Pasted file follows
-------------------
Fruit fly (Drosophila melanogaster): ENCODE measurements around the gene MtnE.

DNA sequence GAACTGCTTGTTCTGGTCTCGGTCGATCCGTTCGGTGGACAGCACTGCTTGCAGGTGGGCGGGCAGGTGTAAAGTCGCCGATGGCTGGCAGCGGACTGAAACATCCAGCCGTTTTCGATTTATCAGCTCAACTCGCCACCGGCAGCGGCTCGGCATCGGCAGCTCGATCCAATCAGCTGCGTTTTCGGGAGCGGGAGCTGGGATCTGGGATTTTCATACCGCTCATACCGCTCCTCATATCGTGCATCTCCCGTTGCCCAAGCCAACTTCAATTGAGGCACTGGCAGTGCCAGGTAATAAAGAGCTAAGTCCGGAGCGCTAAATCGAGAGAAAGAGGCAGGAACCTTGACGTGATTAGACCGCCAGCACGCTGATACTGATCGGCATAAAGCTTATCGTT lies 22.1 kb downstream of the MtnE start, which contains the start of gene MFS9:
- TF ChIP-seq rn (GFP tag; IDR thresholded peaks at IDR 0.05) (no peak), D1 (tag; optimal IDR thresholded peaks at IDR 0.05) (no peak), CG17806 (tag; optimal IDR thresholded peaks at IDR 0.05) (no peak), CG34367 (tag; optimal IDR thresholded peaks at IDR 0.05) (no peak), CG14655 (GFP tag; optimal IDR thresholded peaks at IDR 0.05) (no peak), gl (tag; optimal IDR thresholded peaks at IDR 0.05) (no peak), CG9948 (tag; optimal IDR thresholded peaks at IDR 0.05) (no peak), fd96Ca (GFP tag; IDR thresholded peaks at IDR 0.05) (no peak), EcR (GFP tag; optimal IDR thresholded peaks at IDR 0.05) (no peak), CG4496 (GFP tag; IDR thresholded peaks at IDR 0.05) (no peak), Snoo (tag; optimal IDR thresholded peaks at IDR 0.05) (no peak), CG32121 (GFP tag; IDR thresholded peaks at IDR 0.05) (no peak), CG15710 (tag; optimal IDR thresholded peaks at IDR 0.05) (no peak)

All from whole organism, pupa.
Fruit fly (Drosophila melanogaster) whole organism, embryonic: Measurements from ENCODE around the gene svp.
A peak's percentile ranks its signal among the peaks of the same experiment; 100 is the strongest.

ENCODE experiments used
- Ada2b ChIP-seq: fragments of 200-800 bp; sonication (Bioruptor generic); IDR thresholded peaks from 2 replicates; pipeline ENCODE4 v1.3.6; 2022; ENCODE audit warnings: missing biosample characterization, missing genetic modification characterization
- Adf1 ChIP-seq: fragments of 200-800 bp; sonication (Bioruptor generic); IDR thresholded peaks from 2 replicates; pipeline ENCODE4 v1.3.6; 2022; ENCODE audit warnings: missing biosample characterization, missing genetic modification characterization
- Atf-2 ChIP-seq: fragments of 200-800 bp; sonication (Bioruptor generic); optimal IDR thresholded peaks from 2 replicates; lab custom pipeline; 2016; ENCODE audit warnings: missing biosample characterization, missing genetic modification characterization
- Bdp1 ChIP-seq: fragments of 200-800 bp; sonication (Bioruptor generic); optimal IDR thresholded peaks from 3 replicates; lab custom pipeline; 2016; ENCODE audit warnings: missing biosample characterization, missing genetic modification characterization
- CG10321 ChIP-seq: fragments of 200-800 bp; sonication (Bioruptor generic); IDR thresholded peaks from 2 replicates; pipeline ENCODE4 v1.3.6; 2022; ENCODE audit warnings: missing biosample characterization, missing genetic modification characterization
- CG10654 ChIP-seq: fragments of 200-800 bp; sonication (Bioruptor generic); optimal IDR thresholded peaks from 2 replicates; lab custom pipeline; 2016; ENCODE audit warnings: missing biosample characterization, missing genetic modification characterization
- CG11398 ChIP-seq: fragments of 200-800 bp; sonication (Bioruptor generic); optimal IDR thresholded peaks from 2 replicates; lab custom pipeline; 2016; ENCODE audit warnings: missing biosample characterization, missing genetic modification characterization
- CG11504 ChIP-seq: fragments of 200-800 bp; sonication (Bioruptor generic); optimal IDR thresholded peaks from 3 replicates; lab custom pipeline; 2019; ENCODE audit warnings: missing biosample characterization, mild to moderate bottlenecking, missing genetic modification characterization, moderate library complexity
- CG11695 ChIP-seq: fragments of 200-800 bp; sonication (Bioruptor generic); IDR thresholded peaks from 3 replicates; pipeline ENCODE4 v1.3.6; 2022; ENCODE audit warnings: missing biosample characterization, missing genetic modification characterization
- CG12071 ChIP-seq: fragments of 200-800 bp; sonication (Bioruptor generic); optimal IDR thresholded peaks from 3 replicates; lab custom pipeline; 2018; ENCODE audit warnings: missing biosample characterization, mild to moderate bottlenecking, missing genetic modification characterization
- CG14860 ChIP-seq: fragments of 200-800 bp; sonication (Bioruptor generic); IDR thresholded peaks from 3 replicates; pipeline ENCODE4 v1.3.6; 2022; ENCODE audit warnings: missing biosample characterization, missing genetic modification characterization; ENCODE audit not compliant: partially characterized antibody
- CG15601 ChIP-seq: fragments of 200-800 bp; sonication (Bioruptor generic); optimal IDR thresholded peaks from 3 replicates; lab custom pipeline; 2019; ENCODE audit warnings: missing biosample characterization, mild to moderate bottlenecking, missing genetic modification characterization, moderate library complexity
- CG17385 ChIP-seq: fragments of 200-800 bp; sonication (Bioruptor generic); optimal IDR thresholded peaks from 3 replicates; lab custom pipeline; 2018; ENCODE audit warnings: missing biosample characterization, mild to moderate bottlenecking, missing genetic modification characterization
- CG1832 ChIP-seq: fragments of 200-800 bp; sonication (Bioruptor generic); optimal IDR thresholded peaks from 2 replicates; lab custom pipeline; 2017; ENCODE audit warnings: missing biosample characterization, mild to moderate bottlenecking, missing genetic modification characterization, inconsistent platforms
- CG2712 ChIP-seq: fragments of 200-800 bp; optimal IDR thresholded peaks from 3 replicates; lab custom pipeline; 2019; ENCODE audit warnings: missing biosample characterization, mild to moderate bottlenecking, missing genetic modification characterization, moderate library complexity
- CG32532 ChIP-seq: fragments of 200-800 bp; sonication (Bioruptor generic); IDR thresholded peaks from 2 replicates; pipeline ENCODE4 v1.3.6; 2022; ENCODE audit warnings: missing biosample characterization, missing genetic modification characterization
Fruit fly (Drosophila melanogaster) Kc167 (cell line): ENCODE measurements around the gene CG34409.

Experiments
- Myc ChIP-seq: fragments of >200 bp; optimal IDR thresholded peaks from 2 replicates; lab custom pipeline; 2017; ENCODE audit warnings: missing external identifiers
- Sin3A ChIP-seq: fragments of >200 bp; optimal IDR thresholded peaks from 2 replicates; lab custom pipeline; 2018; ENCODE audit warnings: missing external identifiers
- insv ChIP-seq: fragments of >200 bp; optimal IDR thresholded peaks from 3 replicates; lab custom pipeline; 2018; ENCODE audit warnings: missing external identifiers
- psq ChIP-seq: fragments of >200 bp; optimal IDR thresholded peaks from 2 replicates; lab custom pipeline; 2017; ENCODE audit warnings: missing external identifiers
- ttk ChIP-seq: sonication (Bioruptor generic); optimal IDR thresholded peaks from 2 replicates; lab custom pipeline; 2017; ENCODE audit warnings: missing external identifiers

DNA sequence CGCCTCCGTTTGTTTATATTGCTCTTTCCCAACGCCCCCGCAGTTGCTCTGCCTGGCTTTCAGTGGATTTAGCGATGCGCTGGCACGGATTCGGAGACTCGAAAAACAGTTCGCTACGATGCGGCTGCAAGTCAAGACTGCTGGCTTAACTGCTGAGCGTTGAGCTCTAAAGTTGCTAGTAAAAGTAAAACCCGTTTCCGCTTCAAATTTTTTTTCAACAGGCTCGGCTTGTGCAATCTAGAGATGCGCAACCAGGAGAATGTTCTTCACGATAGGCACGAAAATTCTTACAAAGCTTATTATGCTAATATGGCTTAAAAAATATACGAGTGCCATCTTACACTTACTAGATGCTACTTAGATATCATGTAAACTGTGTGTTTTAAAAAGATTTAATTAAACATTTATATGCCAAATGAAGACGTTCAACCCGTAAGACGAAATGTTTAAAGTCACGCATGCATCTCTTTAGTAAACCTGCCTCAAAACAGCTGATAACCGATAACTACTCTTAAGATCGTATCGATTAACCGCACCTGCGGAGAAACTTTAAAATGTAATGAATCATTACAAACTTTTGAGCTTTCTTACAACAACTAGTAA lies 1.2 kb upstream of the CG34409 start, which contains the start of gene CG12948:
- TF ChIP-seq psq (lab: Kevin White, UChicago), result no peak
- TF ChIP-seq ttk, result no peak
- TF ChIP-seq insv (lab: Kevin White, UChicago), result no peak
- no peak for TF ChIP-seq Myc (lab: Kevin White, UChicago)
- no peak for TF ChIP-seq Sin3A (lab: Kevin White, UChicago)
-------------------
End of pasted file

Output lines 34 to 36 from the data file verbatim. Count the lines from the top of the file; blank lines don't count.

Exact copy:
- TF ChIP-seq insv (lab: Kevin White, UChicago), result no peak
- no peak for TF ChIP-seq Myc (lab: Kevin White, UChicago)
- no peak for TF ChIP-seq Sin3A (lab: Kevin White, UChicago)